what is a deposito bancario in mexican parlance?
December 8, 2009 9:39 PM   Subscribe

CheapMexicoVactionFilter: I'm communicating via email (in spanish) with a seemingly very nice hostel in Oaxaca about booking a 3 night stay...they won't do an online credit card deposit, but want something called a "deposito bancario" (literal translation: bank deposit)? Anyone know what exactly this means in Mexican hostel parlance and is it sketchy?

as a note: the hostel does not seem sketchy and is recommended by lonelyplanet, just can't figure out what they're asking me to do (and therefore if i want to do that...)
posted by dahliachewswell to Travel & Transportation around Mexico (8 answers total)
It's basically a wire transfer (they want you to put money directly in their bank account). Not sketchy but I guess making a chargeback would be harder than when using a credit card.
posted by Memo at 10:12 PM on December 8, 2009

Wiring them money. Credit Card deposits aren't common in mom&pop places in Mexico.

You get the details from them, go to your bank (Wells Fargo and Bank of America have billboards all over the southwest talking about how easy it is to send money to Mexico, other banks or Western Union will do as well). You get a confirmation code that you'll give them to pick up the money and it is done. Do yourself a favor and bring the little receipt from your bank and a hardcopy of the email convo with them in case you get there and they don't know what the hell you're talking about.

If the place is well reviewed by Lonely Planet and the name doesn't come up in horror stories when you Google it, you should feel relatively secure sending them the money. Sure, if you cancel, you may have trouble getting the money back. But you'd have similar problems if you mailed them a check.

You could just show up if your leery of "enviar el dinero" to a place. That place might be full the night you arrive but you'll find a place somewhere in town (I'm assuming you're talking about Cd Oaxaca, not the whole state).
posted by birdherder at 10:17 PM on December 8, 2009

(It is worth nothing that transferring money from one account in one bank to another in Mexico is easy as pie. DepĆ³sitos (o transferencias) are very very common. More so than paying with credit card specially if you are not in the same city.

I was quite surprised to learn that in the US doing this same thing is more complicated than in Mexico)
posted by edmz at 10:39 PM on December 8, 2009

As others have alluded to above, it will be nigh on impossible to get your deposit back later should you decide to cancel unless the hostel is fully committed to getting you your refund somehow. None of the usual credit card protections apply here (though they generally don't legally apply in international transactions anyway, your CC company may still help you out). Depending on how much the deposit is and how large of an investment this is for you, this may or may not be a problem.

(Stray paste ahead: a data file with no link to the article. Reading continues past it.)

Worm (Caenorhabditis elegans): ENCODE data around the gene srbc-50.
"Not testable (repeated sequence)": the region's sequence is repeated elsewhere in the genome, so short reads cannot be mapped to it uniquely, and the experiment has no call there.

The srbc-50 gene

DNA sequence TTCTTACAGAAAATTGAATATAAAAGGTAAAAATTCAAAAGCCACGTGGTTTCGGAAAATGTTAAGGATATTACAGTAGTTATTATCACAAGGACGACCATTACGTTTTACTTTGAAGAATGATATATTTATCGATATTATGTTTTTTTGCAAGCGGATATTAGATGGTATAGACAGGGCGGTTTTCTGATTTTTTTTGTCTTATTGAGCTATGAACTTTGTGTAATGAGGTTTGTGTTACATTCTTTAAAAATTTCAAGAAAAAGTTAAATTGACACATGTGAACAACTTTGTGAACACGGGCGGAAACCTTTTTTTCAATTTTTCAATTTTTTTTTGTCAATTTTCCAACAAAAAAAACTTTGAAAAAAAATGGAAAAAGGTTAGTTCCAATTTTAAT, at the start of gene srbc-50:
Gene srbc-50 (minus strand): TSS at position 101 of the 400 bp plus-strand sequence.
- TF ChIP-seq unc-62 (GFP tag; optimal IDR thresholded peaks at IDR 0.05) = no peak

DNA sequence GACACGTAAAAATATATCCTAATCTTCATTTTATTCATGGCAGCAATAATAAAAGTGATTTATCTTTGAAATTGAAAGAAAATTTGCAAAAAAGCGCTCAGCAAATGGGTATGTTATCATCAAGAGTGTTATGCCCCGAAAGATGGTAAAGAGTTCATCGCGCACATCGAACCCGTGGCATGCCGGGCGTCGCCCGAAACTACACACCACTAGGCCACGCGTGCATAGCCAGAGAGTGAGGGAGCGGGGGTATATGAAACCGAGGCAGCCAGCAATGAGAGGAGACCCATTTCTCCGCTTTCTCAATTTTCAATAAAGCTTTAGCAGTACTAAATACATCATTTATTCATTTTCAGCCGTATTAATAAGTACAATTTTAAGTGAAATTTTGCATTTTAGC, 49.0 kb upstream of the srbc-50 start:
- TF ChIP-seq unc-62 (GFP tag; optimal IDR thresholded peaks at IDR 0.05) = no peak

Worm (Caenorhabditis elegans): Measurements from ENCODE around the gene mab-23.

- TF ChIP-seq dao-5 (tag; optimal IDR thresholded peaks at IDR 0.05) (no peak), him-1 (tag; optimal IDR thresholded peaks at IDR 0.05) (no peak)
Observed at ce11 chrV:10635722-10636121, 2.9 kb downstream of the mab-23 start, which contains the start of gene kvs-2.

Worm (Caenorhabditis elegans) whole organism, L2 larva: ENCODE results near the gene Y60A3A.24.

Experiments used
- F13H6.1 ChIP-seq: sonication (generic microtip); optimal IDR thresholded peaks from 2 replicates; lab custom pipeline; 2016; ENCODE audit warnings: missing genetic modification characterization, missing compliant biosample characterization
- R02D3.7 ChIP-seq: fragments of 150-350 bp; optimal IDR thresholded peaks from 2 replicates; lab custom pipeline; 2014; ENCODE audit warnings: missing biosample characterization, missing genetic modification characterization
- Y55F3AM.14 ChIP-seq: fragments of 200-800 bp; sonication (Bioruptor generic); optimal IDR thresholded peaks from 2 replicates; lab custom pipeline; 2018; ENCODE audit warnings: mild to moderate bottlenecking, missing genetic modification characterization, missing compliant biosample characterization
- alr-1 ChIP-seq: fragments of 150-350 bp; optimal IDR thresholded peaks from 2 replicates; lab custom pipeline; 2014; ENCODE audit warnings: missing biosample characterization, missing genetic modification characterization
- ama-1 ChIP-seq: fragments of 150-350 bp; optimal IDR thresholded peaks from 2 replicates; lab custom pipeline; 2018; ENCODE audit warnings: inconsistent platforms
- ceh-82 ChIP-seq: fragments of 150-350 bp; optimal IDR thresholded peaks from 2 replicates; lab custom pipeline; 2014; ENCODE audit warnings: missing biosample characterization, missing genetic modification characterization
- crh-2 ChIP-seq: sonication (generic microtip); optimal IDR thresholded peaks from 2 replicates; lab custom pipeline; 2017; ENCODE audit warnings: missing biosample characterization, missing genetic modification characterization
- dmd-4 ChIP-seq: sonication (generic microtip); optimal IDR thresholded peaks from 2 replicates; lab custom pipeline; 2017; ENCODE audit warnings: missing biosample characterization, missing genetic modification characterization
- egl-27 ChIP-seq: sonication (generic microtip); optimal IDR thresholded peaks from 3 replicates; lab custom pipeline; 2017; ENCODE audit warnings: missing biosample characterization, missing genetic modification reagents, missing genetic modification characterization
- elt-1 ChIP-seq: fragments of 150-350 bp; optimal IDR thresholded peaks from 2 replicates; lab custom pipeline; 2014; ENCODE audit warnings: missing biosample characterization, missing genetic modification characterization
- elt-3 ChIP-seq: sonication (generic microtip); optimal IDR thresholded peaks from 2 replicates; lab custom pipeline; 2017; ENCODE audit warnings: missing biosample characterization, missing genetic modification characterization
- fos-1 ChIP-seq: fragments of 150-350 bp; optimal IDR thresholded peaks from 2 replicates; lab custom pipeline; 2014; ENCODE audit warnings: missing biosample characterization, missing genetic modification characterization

When you do go send the money, be sure to ask the bank about fees. Money transfer fees vary greatly, especially international transfers, and you don't want to get hit with some ridiculous fee if you don't confirm it in advance. The hostel should give you their routing/account details and you just give this information to the bank along with the amount you want to transfer. It should be a pretty fast and painless process.
posted by zachlipton at 10:48 PM on December 8, 2009

I stayed at a place in Tulum a couple of years ago who required the same thing. I was just as freaked out about it as you are but it did turn out to be fine. I did have to pay the remainder in cash, not on a cc, when I arrived so be prepared for that.
posted by 8dot3 at 6:42 AM on December 9, 2009

And I would add, once you get to Oaxaca, there are a number of ATM's which will debit your account in pesos.
posted by Danf at 7:54 AM on December 9, 2009

thanks guys!
posted by dahliachewswell at 8:46 AM on December 9, 2009

just a follow up: i went through with the deposito bancario and everything went fine. they did want the full cost of the 3 night stay up front through the bank transfer which i thought was asking a bit much, but it turned out fine. as young tourists staying in cheap hostels with no car or telephone of our own, it was a big hassle logistically to find a branch of the specific bank they wanted the deposit to go to, then find a place where we could fax them a copy of the receipt so they would have the number. i think it was just this hostel being picky, though, as we could have easily just told them the number via phone or email. in the end, it was worth it to have a place to stay lined up in advance during christmas.
posted by dahliachewswell at 2:38 PM on February 19, 2010

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